The number of detainees held at a Guantanamo-like military detention center in Afghanistan has almost tripled in the three years since President Obama took office.

A recent report by Human Rights First likens the detention center at the Bagram Air Base in Afghanistan to the notorious prision at Guantanamo Bay Naval Base in Cuba. The former now contains more than 10 times as many prisoners, and many of those detained are not given “an adequate opportunity to defend themselves against charges that they are collaborating with insurgents and present a threat to U.S. forces.”

In an interview with the website Salon, Daphne Eviatar, senior associate for Human Rights First, explained that while early on (aka the Bush era) there were “terrible abuses” and “reports of people being killed in custody and tortured,” now the beef that human rights organizations have with the detention center is focused on legal status and representation. “The two biggest [changes I’d like to see] are to improve the representation for detainees and to reduce the reliance on classified evidence,” she said. “Because really those things amount to detainees not being able to defend themselves.” — BF

Salon:

I spoke to the author of the report, Daphne Eviatar, a senior associate in the law and security program at Human Rights First who traveled to Bagram to observe the situation first-hand. The following transcript of our conversation has been edited for length and clarity.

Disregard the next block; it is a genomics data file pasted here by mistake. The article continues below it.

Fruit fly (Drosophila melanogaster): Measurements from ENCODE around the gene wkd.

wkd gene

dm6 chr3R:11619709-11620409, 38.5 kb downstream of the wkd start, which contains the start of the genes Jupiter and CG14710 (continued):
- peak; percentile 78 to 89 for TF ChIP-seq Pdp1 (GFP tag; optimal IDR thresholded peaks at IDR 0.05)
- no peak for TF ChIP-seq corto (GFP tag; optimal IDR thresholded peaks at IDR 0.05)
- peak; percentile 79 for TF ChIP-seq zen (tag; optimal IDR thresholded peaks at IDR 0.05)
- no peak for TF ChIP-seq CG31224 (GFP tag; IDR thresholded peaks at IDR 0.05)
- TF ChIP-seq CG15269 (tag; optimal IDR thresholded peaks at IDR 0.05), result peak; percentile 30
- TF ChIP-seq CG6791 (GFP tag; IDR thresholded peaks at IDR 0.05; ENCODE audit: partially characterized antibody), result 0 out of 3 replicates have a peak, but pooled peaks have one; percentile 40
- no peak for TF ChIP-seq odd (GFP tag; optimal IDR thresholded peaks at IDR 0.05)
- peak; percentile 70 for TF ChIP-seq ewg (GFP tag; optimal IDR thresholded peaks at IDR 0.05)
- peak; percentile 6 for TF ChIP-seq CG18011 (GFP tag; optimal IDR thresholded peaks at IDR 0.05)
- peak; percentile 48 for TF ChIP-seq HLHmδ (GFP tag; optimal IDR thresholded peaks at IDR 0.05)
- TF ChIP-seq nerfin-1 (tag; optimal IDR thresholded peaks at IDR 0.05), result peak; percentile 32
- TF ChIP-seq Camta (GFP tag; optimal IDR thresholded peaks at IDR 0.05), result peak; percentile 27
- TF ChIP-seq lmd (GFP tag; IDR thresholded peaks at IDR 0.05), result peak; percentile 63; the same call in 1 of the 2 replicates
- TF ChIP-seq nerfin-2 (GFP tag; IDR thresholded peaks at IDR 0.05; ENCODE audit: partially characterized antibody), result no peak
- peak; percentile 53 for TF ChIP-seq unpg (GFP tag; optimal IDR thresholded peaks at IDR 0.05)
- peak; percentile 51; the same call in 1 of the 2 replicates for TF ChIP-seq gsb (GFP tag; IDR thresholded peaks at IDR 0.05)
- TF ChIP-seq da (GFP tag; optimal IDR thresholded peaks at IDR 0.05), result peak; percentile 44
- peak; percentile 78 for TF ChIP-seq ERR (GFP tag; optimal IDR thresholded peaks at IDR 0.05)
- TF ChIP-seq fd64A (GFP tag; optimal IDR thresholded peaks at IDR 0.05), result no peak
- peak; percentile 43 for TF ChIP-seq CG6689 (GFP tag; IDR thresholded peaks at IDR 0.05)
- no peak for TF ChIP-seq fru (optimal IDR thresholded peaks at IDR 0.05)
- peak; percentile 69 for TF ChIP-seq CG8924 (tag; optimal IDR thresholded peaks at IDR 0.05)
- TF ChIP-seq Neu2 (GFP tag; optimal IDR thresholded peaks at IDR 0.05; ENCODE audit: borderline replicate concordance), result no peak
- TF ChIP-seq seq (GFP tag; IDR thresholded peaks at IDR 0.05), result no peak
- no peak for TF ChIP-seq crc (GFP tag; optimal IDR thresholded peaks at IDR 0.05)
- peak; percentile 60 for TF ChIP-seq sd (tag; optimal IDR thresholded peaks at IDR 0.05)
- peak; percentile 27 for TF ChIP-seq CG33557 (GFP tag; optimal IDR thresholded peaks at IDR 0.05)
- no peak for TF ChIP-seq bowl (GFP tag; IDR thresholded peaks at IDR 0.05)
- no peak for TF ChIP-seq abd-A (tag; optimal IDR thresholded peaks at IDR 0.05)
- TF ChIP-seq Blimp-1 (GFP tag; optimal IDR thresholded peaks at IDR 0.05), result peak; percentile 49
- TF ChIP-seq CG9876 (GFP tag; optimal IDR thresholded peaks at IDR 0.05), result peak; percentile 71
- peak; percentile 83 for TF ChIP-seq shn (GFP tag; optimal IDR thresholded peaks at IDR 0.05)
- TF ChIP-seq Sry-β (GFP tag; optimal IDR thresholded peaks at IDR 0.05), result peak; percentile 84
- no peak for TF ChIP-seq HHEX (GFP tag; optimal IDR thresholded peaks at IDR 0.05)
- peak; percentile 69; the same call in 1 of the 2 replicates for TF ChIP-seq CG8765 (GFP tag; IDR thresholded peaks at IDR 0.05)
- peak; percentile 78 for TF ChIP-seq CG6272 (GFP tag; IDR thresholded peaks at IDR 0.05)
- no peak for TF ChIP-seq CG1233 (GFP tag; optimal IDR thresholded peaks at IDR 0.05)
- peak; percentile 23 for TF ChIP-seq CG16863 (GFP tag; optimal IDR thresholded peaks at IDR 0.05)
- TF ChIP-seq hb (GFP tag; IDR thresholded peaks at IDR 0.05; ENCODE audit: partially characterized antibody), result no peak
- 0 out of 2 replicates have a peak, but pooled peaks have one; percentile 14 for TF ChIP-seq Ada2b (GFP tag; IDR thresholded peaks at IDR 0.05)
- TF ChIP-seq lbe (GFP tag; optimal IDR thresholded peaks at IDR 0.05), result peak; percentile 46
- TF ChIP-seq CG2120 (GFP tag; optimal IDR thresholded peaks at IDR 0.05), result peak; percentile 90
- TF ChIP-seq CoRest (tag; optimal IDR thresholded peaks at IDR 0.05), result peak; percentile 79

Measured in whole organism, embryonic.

So to start with the basics, what is Bagram and what is its purpose?

It’s a U.S. military detention center in Afghanistan that, like the Guantanamo detention center in Cuba, is on a military base. People who are sent there now are being picked up in Afghanistan. When it was first opened in 2001, there were some detainees brought in from other countries as well. The military has said that stopped in recent years. By the end of the Bush administration, there were about 600 or 650 detainees being held there. There are now more than 1,700.

What do we know about who the detainees are and why they were sent to Bagram?

We know that these are people who have been captured by the U.S. military during the war in Afghanistan or during the broader war on terror. …

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